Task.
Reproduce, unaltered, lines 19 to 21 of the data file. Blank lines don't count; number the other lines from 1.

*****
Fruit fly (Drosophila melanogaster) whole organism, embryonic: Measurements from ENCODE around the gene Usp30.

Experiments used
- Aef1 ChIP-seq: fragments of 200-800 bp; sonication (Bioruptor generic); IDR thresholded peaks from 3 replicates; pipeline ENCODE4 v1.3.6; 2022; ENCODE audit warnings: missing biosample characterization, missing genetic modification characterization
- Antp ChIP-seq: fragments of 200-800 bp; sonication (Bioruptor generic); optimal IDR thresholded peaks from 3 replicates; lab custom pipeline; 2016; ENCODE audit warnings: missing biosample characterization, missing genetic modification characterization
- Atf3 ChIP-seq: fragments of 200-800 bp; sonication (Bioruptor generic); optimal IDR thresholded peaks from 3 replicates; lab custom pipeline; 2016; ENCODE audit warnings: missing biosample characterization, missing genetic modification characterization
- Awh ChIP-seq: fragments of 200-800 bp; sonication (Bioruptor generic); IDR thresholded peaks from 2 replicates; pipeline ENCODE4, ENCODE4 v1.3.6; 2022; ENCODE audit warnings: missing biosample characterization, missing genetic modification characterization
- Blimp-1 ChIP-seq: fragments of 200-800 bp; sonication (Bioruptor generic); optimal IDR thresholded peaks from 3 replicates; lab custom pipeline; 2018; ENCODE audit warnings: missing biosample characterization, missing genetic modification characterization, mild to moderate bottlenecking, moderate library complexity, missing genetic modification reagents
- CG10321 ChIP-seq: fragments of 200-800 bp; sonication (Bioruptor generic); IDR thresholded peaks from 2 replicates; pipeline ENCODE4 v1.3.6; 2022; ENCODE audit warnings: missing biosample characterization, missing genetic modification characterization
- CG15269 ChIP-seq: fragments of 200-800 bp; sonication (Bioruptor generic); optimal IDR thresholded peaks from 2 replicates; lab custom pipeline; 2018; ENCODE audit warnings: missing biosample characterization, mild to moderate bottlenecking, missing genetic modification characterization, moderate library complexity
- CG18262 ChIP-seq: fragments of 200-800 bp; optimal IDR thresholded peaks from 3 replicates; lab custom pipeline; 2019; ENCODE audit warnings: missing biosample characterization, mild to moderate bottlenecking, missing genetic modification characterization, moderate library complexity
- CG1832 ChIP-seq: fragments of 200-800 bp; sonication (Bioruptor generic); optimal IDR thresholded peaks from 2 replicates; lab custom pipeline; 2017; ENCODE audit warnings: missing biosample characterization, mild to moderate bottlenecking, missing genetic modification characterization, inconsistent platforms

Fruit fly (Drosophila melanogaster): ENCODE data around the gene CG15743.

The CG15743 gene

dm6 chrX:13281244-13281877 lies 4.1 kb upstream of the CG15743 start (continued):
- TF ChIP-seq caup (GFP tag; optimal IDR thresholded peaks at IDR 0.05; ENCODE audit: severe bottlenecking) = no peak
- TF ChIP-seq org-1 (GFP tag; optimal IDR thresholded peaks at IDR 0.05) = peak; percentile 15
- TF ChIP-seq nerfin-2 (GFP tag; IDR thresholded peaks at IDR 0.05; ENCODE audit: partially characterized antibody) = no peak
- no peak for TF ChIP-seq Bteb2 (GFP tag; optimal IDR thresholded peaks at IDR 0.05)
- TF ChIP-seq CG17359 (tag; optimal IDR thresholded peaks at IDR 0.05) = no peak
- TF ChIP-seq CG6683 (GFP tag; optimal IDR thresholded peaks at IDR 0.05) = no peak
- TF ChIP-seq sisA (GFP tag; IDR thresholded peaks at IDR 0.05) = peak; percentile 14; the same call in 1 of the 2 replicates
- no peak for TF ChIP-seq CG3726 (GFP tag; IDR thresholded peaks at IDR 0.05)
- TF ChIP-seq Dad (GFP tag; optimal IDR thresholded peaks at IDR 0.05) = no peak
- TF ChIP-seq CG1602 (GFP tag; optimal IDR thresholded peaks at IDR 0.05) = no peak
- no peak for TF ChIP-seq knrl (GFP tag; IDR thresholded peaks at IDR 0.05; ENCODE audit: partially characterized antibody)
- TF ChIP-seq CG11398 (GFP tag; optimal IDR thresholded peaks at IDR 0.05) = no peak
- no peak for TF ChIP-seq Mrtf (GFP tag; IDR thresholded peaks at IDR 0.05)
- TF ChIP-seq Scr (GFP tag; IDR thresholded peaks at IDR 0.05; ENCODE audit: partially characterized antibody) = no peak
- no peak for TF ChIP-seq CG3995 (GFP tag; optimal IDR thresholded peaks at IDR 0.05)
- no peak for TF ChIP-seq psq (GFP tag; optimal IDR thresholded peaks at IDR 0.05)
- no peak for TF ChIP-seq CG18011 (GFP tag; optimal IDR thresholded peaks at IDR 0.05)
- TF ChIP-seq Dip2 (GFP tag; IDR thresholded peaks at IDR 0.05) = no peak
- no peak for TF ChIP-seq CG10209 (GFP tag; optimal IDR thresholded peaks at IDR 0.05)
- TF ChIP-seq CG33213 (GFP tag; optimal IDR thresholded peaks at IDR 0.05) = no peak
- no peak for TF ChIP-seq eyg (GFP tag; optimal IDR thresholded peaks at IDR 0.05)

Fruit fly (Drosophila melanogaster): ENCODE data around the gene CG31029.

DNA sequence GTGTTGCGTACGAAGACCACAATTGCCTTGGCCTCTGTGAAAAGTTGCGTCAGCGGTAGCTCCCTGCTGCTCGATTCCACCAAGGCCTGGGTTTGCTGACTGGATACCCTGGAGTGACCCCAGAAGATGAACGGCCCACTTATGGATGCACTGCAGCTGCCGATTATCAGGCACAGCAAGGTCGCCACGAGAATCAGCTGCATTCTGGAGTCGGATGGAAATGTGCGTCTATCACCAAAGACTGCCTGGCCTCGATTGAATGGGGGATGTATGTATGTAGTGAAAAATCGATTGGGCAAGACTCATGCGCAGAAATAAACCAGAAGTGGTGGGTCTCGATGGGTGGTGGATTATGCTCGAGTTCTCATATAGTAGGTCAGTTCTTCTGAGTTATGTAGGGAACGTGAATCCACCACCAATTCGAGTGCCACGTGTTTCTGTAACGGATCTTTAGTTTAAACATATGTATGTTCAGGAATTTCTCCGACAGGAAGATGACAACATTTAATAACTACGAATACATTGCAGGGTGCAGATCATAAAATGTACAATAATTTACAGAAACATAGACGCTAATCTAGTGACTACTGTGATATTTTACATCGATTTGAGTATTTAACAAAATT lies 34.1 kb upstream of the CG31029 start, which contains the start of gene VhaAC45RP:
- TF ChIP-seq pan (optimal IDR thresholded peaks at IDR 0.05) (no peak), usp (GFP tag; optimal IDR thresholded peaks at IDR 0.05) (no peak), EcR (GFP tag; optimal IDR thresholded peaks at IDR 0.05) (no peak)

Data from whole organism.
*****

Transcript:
- TF ChIP-seq CG17359 (tag; optimal IDR thresholded peaks at IDR 0.05) = no peak
- TF ChIP-seq CG6683 (GFP tag; optimal IDR thresholded peaks at IDR 0.05) = no peak
- TF ChIP-seq sisA (GFP tag; IDR thresholded peaks at IDR 0.05) = peak; percentile 14; the same call in 1 of the 2 replicates